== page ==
How do you square parental choice with trying to ensure that all schools have a balanced, comprehensive intake? This question, which has exercised the minds of the great and good in education since comprehensives were introduced more than 30 years ago, has been thrown into sharp focus by the Government's increased emphasis on competition and specialisation.
Even Labour, the party, most closely associated with comprehensives, has made it clear it does not expect its commitment to balanced intakes to override the right of parents to choose the best for their children.
This commitment was dramatically reinforced recently by the decision by health spokeswoman Harriet Harman to choose a selective grant-maintained school for her son rather than a local comprehensive.
The intense debate now opening up about the future of comprehensive education is now being taken up in four inner London boroughs - the last in the country to use a banding system to determine which secondary school children will attend.
The boroughs - Lewisham, Hackney, Greenwich and Tower Hamlets - argue that it means schools have a spread of ability in comprehensive schools.
But parents have attacked it as unfair because it means bright children are sometimes denied their choice of school even though there are vacancies.
Before it was abolished in 1990, the Inner London Education Authority operated a unique system of banding which took priority over all other admissions criteria including siblings, distance from school and medical or social need.
Children in the 12 inner London boroughs took the London Reading Test which was used to group them into three ability bands. Secondary schools were then given a quota of places for each band and only allowed to recruit pupils up to that limit, thus ensuring each school got its fair share of above and below-average pupils.
When the London boroughs took over the education service, however, an early decision to end banding was made by Conservative-controlled Kensington and Chelsea, Wandsworth and Westminster. Banding was then widely abandoned by Labour authorities too, including Hammersmith and Fulham, Islington, and Camden in 1992. Southwark and Lambeth soon followed suit.
Some grant-maintained schools now select by ability and a few maintained schools have sought to re-introduce a form of banding to ensure they get their fair share of bright children.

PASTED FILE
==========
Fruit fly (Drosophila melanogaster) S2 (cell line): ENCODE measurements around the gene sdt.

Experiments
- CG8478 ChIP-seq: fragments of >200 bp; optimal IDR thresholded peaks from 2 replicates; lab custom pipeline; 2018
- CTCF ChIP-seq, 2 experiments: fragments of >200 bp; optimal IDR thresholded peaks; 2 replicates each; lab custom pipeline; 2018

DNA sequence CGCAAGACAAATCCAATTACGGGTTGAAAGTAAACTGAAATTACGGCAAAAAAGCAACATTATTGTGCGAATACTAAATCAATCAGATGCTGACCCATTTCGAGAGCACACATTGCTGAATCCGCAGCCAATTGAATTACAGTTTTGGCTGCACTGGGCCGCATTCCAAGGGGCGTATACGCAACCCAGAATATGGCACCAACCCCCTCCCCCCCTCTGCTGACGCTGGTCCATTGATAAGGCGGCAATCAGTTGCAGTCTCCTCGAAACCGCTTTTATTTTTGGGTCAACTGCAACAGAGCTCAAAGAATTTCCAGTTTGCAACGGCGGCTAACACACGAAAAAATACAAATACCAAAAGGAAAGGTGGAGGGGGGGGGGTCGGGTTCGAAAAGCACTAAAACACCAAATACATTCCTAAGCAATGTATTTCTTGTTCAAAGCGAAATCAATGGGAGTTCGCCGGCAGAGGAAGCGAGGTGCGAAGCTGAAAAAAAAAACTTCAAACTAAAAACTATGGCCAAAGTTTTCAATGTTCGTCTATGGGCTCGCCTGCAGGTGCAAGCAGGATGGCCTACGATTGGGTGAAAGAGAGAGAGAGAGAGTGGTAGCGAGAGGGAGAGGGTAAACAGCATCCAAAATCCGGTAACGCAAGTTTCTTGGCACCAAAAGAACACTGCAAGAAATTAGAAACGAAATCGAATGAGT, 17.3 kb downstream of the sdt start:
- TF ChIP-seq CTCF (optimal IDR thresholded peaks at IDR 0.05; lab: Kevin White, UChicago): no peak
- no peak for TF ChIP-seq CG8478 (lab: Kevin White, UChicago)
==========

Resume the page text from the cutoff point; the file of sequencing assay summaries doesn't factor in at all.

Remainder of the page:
Lewisham believes its banding system ensures all children have an equal chance of getting in to their preferred school.
A recent report seems to support the position. Changing schools: secondary schools' admission policies in inner London in 1995, by Hazel Pennell and Anne West of the Centre for Educational Research, London School of Economics, showed that where banding had been dropped, a larger number of lower ability children were having trouble getting places.
A spokesman for Lewisham said: "Banding ensures we get a proper spread of ability throughout the borough. A lot of parents with children in high-ability bands target certain schools because they know they are good whereas parents with children in bands 2 and 3 do not bother to try.
"If we allowed all the high-ability pupils to go to the same schools the others will fail and an awful lot of kids will lose out."
Greenwich spokesman Andrew Stern added: "A good comprehensive mix has been shown to improve overall levels of attainment. If we did not share out the lower-ability pupils we would be in danger of creating a two-tier system. "
But Labour is cool about the banding system because of the difficulty of reconciling it with parental preference. A Labour adviser said: "Any planning of this kind would be seized upon by the Right as old Labour, socialist-type engineering. Regardless of its educational merits, it is unlikely to make a come-back."
Instead, Labour plans to ask all schools to reach agreement with their local authorities about their admissions policies, and there would be an independent system of national arbitration to handle disputes.
The party has also pledged to set up an independent tribunal to handle parental appeals which, it believes, will make the process fairer.
Sir Peter Newsam, a former chief education officer for ILEA, regrets the passing of what he regards as one of the best admissions systems.
But he believes that although banding worked quite well in a different age, it would be impossible to re-introduce now. "Parents would say they don't want people making judgments about their children in that way," he said.
Professor Peter Mortimore, a former director of research and statistics for ILEA and now director of the Institute of Education, London, said: "Banding offers a way forward but can only work if parents accept that to have the most number of schools that are going concerns they can't always have their first choice of school."